In the same 2001 postseason, Randy Johnson threw 41.1 innings at age 37, followed that up with what would be his fourth consecutive Cy Young award in 2002 and pitched effectively for another 8 years.


Fernando Valenzuela was 20 in 1981 when he pitched 40.2 playoff innings and the Dodgers to the title. He pitched at a high level for the next five years before becoming a serviceable journeyman. His downfall might just as easily be attributed to a high number of regular season innings at such an early age as anything he might have done in the postseason.


John Smoltz (29) had already had his first arm surgery by the time he won his Cy Young award in 1996. It was that season in which he also threw 38 post-season innings. He followed up the next year similarly to Hershiser, just as good except for the wins column, followed by several years of injuries at which point he was converted to the Braves’ closer. However, injuries were nothing new to Smoltz having already recovered from one arm surgery, and he did manage to move back into the rotation for three years starting in 2005, topping 200 innings with well above-average performance. I don’t know how anyone could draw the conclusion that his 1996 postseason was in any way detrimental.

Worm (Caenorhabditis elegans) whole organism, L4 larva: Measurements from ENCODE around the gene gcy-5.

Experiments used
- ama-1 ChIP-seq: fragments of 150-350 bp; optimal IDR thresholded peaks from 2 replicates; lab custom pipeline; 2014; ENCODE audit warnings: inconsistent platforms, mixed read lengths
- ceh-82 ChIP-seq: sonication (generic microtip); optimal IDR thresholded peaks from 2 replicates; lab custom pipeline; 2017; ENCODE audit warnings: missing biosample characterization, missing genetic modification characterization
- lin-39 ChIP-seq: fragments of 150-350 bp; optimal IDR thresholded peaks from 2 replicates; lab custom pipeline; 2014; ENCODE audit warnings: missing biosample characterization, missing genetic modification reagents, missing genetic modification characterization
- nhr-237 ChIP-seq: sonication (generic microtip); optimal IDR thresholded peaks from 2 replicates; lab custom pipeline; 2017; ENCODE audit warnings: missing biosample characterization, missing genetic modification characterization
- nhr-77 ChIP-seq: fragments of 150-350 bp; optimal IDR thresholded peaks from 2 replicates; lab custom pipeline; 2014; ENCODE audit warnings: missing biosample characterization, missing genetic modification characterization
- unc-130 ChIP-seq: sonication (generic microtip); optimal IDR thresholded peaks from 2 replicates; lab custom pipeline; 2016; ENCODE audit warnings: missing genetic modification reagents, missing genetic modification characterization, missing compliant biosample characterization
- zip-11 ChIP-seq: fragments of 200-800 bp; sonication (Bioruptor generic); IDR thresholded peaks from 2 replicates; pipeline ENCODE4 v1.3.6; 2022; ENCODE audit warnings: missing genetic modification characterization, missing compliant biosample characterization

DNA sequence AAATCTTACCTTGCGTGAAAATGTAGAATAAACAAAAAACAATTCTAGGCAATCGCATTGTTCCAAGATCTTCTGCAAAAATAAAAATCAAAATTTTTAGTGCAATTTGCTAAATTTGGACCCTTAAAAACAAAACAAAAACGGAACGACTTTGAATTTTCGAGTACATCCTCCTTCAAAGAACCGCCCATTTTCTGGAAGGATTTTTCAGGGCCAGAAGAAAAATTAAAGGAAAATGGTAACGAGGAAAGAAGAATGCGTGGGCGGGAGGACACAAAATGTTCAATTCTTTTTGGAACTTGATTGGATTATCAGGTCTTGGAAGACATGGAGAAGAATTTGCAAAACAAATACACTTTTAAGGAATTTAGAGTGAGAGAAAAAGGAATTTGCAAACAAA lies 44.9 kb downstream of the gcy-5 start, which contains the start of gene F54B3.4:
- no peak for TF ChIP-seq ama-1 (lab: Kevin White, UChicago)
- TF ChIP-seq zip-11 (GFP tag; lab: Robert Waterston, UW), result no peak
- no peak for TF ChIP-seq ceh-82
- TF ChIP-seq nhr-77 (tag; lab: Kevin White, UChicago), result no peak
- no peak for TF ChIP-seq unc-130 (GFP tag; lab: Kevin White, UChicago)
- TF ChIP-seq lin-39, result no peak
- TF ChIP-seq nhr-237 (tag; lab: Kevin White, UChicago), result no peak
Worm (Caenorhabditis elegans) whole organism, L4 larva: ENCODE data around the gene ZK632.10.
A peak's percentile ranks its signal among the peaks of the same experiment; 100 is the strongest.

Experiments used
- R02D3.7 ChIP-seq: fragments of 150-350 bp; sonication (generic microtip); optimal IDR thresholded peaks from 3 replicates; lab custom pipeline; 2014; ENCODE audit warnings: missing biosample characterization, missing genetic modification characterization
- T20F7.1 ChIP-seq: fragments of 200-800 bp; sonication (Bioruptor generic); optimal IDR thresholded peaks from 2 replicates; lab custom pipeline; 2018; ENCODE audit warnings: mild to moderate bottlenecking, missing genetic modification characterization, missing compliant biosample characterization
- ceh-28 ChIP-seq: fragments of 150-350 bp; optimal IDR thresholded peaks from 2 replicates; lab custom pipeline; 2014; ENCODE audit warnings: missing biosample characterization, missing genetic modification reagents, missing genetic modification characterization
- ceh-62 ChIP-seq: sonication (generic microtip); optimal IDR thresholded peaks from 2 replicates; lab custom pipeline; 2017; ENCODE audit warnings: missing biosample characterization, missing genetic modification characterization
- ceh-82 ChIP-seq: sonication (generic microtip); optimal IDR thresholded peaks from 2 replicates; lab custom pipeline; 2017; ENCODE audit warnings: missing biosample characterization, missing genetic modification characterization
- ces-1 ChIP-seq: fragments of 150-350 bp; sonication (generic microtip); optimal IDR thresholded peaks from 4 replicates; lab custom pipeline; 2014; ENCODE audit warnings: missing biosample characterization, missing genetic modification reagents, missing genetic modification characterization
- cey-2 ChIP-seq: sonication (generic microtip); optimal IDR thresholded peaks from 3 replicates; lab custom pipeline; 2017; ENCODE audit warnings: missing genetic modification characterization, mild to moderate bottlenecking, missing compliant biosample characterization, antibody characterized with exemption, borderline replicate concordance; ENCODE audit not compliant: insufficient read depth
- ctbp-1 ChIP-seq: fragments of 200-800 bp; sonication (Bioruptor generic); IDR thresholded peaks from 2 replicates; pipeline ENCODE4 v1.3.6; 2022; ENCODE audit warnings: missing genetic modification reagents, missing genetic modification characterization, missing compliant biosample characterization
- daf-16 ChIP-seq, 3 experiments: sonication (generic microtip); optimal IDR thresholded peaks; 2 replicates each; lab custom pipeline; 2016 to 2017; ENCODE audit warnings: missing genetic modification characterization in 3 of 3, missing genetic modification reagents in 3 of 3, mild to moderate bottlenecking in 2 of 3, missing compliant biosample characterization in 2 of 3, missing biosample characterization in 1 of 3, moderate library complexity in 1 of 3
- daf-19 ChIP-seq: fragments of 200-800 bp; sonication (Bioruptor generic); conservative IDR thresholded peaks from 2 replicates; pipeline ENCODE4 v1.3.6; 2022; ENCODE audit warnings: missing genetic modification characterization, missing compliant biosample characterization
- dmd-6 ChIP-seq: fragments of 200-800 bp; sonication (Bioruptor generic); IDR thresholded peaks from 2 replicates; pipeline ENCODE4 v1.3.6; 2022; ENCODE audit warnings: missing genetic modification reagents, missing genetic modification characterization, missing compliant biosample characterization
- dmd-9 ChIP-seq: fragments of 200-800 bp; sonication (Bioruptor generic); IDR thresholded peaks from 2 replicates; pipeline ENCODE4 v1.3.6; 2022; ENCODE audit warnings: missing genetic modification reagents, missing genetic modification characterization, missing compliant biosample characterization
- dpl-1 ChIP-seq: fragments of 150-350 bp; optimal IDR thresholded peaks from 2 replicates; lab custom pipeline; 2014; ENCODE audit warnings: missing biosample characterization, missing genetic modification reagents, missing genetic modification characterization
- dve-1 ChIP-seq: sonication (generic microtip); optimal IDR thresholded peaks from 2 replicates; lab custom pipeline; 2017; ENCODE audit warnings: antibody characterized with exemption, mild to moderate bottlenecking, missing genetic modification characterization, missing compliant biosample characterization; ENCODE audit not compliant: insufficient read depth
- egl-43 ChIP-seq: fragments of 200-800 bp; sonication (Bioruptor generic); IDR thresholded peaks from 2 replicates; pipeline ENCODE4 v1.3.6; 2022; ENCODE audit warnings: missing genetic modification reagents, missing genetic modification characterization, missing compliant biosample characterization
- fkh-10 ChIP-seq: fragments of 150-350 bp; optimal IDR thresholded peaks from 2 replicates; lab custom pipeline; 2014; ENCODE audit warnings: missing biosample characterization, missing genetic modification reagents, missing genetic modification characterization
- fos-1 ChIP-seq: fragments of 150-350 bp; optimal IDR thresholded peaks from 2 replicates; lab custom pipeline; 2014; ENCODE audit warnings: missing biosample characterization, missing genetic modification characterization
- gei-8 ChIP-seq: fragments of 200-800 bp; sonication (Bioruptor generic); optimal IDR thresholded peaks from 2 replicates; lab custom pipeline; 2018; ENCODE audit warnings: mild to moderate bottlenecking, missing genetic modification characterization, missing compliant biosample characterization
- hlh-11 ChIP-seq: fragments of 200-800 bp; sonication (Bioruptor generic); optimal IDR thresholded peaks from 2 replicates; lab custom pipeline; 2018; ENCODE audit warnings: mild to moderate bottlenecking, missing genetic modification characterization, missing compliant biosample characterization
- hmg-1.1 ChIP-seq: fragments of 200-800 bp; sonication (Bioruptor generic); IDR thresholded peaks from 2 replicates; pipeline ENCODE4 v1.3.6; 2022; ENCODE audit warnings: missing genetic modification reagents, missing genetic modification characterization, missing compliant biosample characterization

Kevin Brown (33) should have won the Cy Young award in 1998, when he also pitched 39.1 playoff innings for the Padres. After the season he signed with the rival Dodgers and pitched four quality seasons (out of six) for them before moving on to the Yankees for his final two years. NO adverse affects there either.


Cliff Lee was 30 when he threw 40.1 innings in 2009 and with the exception of last year has been going strong ever since.


Bruce Hurst (28) threw 38 innings for the ill-fated 1986 Red Sox but went on to pitch more than 200 innings in each of the next six seasons at a level as high or higher than his 1986 campaign.


Greg Maddux was 29 in the last of his four consecutive Cy Young seasons in 1995. That year he also tossed 38 innings in the postseason. Needless to say, he pitched at a high level (albeit not quite as high as the best pitcher in baseball) for another 11 years, pitching at least 190 innings every year following until he was 42.


Obviously, Bumgarner has entered uncharted territory with the number of post-season innings, the frequency and duration he was used over the final days of the World Series and perhaps the stress of those last five innings. But there is nothing in history to suggest that we should expect some kind of arm injury next year or anytime in the near future due to his usage in 2014.